But big numbers can be distorting. A few outsized rounds can make an overall investment picture appear rosier than it may actually be for startups on the ground. And to fully understand a startup market’s capital access, we’ll want to better understand the stages where capital is flowing quickly and the points of startup life where it’s more of a trickle.

To that end, The Exchange collated a number of data sources concerning Africa’s Q2 2021 and H1 2021 venture capital performance and collected notes on the results from Dario Giuliani of Briter Bridges, a business data provider focused on Africa, and Julio Dibwe Mupemba of Toumaï Capital to expand our understanding of the continent.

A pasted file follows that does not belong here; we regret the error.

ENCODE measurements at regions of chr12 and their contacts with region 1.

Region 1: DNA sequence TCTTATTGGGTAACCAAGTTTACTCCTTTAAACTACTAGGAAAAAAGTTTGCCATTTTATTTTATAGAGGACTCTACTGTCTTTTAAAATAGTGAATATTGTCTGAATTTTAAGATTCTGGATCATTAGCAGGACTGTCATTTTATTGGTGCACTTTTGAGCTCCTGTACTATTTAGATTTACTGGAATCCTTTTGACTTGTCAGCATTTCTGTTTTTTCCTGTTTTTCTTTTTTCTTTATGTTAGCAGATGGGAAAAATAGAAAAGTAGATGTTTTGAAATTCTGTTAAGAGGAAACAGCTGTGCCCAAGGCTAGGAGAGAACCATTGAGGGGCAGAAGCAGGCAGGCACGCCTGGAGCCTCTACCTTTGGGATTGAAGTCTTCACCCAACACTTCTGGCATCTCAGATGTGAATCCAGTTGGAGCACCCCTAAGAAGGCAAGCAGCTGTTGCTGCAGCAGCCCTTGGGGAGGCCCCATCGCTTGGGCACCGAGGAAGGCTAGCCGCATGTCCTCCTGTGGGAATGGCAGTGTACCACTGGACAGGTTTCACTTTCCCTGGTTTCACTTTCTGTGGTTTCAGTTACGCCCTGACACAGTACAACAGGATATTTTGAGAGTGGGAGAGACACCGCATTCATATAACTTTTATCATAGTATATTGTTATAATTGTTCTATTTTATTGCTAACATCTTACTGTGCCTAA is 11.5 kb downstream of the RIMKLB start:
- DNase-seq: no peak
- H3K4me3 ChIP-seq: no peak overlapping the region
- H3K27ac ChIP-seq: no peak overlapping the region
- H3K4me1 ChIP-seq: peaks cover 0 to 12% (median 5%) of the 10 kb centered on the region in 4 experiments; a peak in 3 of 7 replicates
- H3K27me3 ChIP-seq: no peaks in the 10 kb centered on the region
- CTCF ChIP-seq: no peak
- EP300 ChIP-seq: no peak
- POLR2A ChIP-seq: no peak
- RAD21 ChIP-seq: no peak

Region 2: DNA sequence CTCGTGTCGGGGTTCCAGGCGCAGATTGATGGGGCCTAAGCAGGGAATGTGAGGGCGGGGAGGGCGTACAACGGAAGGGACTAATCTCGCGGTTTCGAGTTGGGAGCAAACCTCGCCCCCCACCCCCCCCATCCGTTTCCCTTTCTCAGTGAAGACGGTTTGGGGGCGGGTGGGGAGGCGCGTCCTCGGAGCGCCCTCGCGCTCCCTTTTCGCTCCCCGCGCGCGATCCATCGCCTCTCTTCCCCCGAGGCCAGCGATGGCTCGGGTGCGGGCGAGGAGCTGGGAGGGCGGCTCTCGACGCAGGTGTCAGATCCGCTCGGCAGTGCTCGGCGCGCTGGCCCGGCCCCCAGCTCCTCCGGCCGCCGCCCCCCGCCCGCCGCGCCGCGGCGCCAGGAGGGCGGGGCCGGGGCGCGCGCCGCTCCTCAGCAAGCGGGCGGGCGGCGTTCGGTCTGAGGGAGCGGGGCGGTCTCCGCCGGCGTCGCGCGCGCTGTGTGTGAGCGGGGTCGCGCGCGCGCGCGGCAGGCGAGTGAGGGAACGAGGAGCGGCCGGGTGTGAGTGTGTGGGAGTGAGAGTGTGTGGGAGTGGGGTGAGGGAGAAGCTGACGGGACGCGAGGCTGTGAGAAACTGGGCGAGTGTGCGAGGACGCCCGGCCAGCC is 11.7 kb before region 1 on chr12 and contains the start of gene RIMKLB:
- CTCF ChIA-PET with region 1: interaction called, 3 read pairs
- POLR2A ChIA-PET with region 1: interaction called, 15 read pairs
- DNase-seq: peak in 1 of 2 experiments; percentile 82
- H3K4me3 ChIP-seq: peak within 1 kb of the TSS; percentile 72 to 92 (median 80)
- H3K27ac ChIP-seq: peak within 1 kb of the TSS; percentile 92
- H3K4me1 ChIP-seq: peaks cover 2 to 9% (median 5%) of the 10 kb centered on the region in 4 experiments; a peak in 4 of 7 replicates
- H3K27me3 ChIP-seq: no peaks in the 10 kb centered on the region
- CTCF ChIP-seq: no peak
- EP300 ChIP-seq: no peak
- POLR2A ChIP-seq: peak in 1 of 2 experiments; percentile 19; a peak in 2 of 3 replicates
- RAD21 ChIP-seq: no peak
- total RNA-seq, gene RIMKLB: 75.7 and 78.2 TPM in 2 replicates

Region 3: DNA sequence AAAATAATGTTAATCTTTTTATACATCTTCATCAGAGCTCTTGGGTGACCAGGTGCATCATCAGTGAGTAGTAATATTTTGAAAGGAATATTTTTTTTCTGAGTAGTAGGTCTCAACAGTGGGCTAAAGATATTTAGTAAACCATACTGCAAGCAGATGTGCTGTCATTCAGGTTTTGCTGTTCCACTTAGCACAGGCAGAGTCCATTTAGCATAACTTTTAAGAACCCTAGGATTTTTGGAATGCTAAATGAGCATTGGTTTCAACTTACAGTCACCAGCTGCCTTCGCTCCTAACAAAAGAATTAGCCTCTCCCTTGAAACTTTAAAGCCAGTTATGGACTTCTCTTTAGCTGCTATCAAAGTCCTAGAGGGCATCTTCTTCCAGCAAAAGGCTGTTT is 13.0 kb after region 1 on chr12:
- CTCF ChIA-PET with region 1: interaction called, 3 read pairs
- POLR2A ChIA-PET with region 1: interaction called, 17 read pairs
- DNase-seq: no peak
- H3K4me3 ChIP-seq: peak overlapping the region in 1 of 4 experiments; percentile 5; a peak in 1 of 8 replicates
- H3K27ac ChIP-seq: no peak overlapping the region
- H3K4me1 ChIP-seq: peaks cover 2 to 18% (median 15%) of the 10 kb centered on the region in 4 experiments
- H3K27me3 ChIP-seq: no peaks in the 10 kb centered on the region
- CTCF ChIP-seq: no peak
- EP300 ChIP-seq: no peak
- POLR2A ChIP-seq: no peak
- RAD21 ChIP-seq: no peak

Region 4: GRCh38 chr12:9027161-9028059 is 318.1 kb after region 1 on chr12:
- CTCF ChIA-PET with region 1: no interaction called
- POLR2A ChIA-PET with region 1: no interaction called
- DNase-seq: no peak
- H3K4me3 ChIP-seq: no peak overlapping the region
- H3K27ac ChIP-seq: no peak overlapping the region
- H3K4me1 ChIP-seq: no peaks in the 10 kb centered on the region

Let’s figure out which startup stages have the easiest and hardest capital access, whether Africa remains underfunded, understand changing diversity in founder funding, and just what’s up with impressive fintech venture totals in recent quarters.

A 2021 comeback

After a somewhat difficult 2020, venture capital flowing into African startups is back on the rise, with reports indicating that investments raised in the first half of 2021 totaled more than $1 billion, albeit with small variations – data discrepancies are a recurring issue when it comes to VC data. There are structural reasons for slightly divergent numbers that have not completely disappeared, but our different sources still concur on the general trend and ballpark results.